AuthRadiusCookieValid 0
    AuthRadiusActive On
    Require valid-user
    Satisfy any

Step 4.  Test RADIUS Authentication (optional)

Least thing to do here is to restart the webserver:

/opt/tarantella/bin/tarantella restart webserver

Step 5.  Configure Tomcat to Trust Webserver Authentication
Step 6.  Configure SGD to Allow Webserver Authentication
Step 7.  Allow Administrators to Login via Webserver Authentications (optional)

See wiki for steps 5, 6, and 7.

An additional note is that after all these steps, things worked fine for Internet Explorer but not for Firefox. Investigating the HTTP traffic in more detail revealed that not always the RADIUS cookie (that is set after successful authentication) is send back to the server properly. Also it appeared the cookie had a very strange path and also the expiration date was off. E.g., the cookie path contained "/ expires=...". Looking more closely at the source code I ended up with these lines of code:

static void
add_cookie(request_rec \*r, apr_table_t \*header, char \*cookie, time_t expires)
    apr_snprintf(new_cookie, 1024, "%s=%s; path=/ expires=%s;",
                cookie_name, cookie, buffer);
  } else {
    apr_snprintf(new_cookie, 1024,
                "%s=%s; path=/; expires=Wed, 01-Oct-97 01:01:01 GMT;",
                cookie_name, cookie);

It looks like there is a ';' missing in the line in red. I added a ';' in this line right after 'path=/' and recompiled. After this things also worked for Firefox. Checking the HTTP traffic, I could see the cookie being sent correctly.

Another thing to note is that I have set the lifetime of the cookie to indefinite (AddRadiusCookieValid 0). This is of course an arbitrary choice but I wanted to prevent having to regenerate an OTP every 5 minutes to keep working in SGD. This way the session is tied to the SGD session and will end when we logoff (see the end of this blog of how we can do this).

After these steps the end result should look similar to what you see in the following demonstration...

Basic demonstration of SGD and Radius OTP Authentication

To get a single logoff experience, logging out from SGD should also clear the authentication "session" so trying to log back in will confront us again with a Radius Authentication prompt. For this we have changed the logged-out.jsp file that can be found at the default path: /opt/tarantella/webserver/tomcat/5.0.28_axis1.2/webapps/sgd/webtops/standard/webtop/logged-out.jsp. The line that I put in is the following:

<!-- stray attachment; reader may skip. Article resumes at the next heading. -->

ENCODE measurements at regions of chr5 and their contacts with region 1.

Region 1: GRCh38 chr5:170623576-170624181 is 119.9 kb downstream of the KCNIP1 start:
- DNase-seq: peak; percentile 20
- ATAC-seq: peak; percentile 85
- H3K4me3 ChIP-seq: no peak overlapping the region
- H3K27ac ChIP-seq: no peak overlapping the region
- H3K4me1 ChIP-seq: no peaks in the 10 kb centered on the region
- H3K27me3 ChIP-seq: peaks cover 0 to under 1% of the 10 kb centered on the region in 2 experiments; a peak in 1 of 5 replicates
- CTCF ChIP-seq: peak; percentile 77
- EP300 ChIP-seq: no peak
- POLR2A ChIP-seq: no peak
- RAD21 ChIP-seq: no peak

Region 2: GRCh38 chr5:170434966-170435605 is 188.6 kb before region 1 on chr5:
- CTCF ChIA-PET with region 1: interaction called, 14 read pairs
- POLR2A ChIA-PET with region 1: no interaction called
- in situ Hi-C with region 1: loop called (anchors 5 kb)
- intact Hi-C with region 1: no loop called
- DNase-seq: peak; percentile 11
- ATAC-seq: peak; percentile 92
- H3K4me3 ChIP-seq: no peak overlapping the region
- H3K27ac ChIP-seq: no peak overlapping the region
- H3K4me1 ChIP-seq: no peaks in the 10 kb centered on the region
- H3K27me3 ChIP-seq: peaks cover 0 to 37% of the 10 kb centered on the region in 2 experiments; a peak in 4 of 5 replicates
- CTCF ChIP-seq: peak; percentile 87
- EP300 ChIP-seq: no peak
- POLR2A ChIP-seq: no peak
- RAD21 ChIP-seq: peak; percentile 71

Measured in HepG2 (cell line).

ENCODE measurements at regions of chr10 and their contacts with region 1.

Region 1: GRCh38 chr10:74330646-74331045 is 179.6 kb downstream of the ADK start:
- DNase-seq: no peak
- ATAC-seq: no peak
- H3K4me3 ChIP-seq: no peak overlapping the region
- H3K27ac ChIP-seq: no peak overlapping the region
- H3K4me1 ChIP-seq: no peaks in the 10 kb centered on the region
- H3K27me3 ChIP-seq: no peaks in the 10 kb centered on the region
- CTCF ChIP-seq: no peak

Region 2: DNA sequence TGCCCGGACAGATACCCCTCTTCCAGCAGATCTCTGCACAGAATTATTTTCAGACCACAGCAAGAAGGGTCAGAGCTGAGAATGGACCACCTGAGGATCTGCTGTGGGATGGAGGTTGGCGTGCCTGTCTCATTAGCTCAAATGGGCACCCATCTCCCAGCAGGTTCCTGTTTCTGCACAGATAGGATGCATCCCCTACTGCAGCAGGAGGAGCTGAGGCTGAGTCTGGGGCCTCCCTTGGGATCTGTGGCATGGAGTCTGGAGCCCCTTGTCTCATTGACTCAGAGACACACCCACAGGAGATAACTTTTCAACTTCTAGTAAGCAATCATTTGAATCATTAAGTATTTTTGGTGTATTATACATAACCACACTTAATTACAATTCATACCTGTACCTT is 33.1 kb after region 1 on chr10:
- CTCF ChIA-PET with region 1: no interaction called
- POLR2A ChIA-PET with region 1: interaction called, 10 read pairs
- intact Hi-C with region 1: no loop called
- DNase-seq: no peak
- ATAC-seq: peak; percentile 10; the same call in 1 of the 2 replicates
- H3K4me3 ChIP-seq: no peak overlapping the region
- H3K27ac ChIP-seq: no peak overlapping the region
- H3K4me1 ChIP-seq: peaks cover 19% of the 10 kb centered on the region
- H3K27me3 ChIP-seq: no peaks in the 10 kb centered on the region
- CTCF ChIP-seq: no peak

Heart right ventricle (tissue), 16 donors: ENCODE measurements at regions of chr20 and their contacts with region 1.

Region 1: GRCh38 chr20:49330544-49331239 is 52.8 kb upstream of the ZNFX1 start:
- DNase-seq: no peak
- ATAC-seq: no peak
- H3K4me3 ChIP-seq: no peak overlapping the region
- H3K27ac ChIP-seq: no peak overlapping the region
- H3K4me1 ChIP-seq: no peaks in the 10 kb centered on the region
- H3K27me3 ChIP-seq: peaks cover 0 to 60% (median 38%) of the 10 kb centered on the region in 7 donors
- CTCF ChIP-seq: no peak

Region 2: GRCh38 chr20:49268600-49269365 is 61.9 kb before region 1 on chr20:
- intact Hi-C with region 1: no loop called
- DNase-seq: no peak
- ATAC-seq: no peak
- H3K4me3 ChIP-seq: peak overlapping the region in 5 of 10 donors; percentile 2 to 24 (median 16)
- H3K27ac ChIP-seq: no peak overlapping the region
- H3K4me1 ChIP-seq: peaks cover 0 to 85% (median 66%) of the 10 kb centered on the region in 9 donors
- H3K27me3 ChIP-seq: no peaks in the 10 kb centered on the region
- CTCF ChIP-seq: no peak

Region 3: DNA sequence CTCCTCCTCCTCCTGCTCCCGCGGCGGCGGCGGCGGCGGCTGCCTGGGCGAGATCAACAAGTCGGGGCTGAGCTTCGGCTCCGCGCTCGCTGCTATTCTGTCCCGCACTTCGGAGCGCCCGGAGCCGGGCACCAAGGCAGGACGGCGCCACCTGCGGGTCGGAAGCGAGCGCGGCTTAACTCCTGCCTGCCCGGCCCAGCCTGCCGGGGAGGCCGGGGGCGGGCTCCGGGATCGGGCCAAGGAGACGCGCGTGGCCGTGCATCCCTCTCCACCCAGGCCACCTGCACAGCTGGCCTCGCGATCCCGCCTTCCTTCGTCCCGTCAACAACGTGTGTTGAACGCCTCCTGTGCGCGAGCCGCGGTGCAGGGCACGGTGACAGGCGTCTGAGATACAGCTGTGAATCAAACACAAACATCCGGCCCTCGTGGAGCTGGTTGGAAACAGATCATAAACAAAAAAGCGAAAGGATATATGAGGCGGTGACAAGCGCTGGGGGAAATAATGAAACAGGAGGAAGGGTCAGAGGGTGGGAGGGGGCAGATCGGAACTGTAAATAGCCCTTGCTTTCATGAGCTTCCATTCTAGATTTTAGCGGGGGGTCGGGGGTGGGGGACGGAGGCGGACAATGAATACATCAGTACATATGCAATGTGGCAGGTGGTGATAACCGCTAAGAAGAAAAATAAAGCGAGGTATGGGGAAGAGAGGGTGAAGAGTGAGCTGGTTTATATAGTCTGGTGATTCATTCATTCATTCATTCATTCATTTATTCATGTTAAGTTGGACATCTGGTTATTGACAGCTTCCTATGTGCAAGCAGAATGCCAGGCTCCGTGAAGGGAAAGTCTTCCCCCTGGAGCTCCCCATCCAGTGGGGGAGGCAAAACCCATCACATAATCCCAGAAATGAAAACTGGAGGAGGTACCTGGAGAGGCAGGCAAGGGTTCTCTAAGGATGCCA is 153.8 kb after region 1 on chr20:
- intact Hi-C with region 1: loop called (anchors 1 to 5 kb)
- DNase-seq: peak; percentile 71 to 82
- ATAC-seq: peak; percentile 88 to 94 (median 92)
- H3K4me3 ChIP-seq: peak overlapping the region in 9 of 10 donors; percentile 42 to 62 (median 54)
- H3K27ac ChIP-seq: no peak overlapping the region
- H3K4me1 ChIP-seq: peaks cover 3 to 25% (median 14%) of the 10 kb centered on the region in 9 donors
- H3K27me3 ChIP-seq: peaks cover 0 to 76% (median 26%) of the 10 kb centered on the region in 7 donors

This will clear the HTTP authentication cache for the browser. Unfortunately, this is browser dependent and only works for Internet Explorer. There is no straightforward way to get the same behavior with Firefox. Googling around I have found that this is a long standing RFE that apparently has not been implemented. Also some workarounds / hacks are described at various websites (e.g. that supposedly will give a similar behavior with Firefox. However, I have not really tried to get this working.

Finally, I have also used mod_auth_xradius to get a similar result. It took more work to get this module built. Apparently this code is less straghtforward to compile on Solaris 10 with gcc. It took some tweaking (not detailed here) to get this compiled. As, said the end result is similar. It is different in the sense that mod_auth_xradius does not use cookies for its sessions. As far as I can tell it is also not possible to set the lifetime of a session to indefinite.

All in all, it seems possible to get this working with the mod_auth_radius module. A much nicer solution would possible be the integration with Sun OpenSSO. This will get away from using Basic Authentication and give us some better session management (in my opinion) and also the possibility of SSO to other back end applications. I have not tried this but it should be fairly straightforward since OpenSSO supports Radius authentication. Might be something interesting to work on for a next "proof-of-concept" :-)


This blog covers exciting things I encounter about Oracle's software and related; that is Identity & Access Management, SOA, Security, Desktop, etc. The views expressed on this blog are my own and do not necessarily reflect the views of Oracle.